LIZARD BRAINS. We knew that they can regenerate their tails (and spinal cords). But it turns out that geckos can regenerate parts of their brain, too, according to researchers from the University of Guelph. That’s cool for geckos, but it could be cool for us, too; it could signal a new area of research for the treatment of human brain injuries and degeneration. The researchers published their study last month in the journal Scientific Reports.

Because geckos can regenerate various parts of their bodies, the researchers suspected there might be something interesting going on in gecko brains, too. So they injected leopard geckos with a chemical label they could then detect within the DNA of any newly formed cells. This allowed them to see new cells as they turned up in the geckos’ brains.

They found many more of them than they anticipated. The researchers were also able to identify a type of stem cell that regularly turned into brain cells in the animals’ medial cortex, a part of the brain that serves the same function as the hippocampus in humans. This is the first time scientists knew that stem cells were involved in the formation of new neurons in the leopard gecko’s brain.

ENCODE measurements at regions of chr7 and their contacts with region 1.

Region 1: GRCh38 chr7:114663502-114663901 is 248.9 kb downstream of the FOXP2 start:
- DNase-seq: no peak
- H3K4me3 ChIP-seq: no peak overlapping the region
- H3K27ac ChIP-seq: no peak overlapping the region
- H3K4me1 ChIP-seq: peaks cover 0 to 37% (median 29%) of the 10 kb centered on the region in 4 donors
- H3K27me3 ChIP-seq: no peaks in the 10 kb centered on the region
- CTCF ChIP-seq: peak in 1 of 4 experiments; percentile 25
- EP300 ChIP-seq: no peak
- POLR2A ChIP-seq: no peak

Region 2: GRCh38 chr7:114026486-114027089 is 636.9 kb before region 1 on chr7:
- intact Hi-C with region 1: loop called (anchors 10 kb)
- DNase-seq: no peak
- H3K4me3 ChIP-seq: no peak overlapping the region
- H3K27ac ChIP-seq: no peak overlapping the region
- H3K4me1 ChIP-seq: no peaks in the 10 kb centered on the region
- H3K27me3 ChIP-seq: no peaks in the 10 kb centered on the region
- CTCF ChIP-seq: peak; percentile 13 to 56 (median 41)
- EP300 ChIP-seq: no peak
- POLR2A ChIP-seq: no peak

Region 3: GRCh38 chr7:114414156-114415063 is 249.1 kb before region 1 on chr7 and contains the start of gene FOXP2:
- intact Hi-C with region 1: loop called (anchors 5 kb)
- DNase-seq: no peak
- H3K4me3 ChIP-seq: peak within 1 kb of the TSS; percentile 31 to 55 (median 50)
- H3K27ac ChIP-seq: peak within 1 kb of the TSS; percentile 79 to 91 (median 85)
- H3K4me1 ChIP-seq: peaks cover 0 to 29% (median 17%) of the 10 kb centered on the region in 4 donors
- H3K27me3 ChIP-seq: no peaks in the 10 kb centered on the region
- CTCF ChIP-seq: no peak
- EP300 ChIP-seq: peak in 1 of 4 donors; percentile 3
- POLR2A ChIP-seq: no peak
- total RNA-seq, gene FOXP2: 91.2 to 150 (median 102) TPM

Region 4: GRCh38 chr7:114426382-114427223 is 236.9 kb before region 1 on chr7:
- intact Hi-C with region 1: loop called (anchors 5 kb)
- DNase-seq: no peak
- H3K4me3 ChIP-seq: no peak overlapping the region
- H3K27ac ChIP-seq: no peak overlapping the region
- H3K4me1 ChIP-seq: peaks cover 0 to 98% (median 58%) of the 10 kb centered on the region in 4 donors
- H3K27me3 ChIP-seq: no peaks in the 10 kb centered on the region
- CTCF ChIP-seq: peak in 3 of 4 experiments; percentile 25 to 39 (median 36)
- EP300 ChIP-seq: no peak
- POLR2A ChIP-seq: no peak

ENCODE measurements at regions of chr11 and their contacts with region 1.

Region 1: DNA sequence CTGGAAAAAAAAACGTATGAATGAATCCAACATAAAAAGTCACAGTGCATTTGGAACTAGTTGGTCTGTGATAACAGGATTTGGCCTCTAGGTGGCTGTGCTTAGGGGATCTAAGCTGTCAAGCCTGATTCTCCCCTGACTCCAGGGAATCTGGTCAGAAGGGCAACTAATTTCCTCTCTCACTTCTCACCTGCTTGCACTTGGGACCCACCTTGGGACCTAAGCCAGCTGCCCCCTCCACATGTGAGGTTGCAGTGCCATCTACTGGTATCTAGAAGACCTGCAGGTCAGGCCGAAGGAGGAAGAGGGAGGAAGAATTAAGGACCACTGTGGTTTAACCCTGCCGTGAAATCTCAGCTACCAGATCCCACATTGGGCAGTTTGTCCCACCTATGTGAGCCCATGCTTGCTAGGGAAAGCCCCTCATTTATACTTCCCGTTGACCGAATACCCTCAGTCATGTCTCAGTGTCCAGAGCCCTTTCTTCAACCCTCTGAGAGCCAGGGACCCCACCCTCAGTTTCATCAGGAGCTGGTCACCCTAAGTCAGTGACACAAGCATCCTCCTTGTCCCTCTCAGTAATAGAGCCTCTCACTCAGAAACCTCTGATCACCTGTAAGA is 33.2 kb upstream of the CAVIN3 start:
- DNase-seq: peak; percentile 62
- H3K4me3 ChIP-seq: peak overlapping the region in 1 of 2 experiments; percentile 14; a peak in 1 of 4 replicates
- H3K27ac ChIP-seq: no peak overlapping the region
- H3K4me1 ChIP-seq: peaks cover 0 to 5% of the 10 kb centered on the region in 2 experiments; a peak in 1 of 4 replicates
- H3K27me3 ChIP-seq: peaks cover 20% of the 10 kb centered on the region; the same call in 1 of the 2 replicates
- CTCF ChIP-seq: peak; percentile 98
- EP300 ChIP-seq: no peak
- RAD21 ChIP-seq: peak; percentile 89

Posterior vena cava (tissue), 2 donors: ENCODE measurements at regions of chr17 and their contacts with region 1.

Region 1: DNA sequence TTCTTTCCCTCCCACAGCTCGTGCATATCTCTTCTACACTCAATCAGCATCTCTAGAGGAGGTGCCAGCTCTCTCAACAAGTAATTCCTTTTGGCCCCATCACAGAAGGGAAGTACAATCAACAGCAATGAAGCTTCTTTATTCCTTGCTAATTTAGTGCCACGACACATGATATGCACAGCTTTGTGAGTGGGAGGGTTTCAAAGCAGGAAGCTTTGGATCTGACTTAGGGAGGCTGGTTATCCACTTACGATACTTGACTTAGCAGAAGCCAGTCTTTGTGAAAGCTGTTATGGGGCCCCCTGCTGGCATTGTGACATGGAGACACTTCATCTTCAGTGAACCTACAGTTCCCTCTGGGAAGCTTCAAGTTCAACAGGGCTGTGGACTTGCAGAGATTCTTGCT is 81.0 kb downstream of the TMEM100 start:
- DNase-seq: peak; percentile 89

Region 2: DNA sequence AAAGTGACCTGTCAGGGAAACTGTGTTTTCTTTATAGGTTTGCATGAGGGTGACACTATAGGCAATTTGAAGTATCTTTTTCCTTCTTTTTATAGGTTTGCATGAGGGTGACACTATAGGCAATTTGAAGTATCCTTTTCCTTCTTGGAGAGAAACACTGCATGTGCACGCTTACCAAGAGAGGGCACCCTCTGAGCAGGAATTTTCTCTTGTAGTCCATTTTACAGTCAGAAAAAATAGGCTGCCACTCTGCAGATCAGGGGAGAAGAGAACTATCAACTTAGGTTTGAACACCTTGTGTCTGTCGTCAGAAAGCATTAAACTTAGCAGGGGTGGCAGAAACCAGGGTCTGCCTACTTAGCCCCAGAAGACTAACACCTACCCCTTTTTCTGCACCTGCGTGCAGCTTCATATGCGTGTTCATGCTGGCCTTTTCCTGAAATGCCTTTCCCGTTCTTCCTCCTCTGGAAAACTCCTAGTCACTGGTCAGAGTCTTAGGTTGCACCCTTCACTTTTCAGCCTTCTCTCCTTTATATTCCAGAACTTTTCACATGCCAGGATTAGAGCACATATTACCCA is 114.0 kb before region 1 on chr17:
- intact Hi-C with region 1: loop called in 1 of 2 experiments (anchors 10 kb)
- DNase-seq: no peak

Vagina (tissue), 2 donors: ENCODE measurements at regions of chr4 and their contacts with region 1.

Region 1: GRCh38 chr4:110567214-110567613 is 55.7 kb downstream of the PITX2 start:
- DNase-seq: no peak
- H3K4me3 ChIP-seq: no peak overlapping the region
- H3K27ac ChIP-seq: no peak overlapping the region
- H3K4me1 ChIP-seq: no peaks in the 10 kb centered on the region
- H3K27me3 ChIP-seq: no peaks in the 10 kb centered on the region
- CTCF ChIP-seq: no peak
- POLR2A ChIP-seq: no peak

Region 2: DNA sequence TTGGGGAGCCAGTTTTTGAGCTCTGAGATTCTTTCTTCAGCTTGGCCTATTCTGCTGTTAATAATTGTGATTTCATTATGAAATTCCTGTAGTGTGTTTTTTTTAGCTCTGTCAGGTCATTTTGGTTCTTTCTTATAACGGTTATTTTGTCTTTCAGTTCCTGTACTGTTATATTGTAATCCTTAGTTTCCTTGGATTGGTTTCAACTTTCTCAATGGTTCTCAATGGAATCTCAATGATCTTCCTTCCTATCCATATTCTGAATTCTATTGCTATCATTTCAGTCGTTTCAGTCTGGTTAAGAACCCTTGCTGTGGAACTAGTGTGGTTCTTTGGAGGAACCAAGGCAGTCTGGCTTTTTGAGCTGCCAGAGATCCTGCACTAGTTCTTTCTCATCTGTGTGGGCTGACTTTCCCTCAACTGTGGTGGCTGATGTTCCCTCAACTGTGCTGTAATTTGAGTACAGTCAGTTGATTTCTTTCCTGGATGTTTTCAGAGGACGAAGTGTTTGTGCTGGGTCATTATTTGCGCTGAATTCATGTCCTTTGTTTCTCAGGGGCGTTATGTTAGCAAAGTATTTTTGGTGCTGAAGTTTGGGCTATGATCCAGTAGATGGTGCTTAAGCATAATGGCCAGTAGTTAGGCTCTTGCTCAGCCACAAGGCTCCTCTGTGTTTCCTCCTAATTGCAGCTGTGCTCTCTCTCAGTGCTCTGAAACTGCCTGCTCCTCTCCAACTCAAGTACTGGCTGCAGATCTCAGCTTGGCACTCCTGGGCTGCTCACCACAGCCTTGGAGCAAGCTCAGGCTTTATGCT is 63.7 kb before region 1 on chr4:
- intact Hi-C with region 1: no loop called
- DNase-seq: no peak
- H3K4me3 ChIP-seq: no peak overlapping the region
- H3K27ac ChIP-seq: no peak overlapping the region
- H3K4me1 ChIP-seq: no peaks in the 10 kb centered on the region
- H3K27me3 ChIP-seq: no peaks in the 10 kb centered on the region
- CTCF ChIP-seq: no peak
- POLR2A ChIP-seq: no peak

LIZARDS = PEOPLE? Lizards are more closely related to humans than amphibians or fish, which are the subjects of most regeneration research, lead researcher Rebecca McDonald said in a news release. So the discovery that geckos can regenerate parts of their brain could change the way we study the human brain, perhaps more profoundly than previous regeneration studies.

“The findings indicate that gecko brains are constantly renewing brain cells, something that humans are notoriously bad at doing,” said Matthew Vickaryous, McDonald’s co-author on the study, in the news release. “The next step in this area of research is to determine why some species, like geckos, can replace brain cells while other species, like humans, cannot.”

LIZARDS ≠ PEOPLE. Even if we figure out why humans can’t regenerate brain cells the way geckos do, though, it doesn’t mean we’ll know how to change our biology to more closely mimic theirs. Still, given the remarkable complexity of the human brain, any new understanding of its inner workings is a step toward better treatments for injuries, diseases, and degeneration.

READ MORE: U of G Study Is First to Find Evidence That Leopard Geckos Can Make New Brain Cells [University of Guelph]

More on regeneration: An Organism That Regenerates Could Allow Us to Heal Humans